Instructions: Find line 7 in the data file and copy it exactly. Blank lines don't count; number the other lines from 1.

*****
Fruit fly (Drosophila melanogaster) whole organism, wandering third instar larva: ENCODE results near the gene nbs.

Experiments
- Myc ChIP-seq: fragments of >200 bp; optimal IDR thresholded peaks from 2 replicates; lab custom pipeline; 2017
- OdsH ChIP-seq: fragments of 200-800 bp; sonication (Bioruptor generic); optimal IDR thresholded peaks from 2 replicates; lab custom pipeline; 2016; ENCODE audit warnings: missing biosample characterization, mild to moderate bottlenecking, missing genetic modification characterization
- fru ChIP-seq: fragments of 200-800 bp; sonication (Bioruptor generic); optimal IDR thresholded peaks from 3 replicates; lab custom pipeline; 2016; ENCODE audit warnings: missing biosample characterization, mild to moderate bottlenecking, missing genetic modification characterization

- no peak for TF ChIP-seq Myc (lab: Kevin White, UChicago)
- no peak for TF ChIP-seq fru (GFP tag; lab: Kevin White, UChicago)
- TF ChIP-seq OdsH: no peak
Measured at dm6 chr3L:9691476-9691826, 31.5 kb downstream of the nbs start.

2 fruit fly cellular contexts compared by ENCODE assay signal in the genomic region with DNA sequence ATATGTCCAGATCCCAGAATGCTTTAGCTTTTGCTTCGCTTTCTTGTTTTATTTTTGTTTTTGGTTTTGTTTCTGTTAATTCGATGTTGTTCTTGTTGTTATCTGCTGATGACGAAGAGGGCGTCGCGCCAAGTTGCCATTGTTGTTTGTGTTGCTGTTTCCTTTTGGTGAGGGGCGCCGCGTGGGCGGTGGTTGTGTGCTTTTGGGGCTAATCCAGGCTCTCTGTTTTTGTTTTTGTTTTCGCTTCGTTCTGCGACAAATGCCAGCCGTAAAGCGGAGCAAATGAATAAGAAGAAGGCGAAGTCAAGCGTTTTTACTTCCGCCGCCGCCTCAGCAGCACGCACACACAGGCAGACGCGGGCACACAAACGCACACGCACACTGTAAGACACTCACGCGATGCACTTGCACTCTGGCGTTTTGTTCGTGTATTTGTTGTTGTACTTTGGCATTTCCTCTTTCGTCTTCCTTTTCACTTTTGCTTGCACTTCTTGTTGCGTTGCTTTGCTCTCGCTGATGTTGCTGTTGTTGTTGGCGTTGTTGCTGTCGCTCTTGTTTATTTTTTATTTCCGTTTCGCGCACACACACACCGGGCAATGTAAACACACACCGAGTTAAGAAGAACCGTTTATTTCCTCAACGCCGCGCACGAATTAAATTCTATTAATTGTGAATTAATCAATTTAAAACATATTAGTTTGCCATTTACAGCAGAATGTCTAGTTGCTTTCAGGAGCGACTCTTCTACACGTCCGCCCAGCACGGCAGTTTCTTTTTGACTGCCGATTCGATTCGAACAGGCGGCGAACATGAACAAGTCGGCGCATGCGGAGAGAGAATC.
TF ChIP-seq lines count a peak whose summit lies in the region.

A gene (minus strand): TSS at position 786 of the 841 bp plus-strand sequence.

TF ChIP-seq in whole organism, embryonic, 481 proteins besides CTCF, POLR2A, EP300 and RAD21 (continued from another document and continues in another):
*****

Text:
- no peak for TF ChIP-seq fru (GFP tag; lab: Kevin White, UChicago)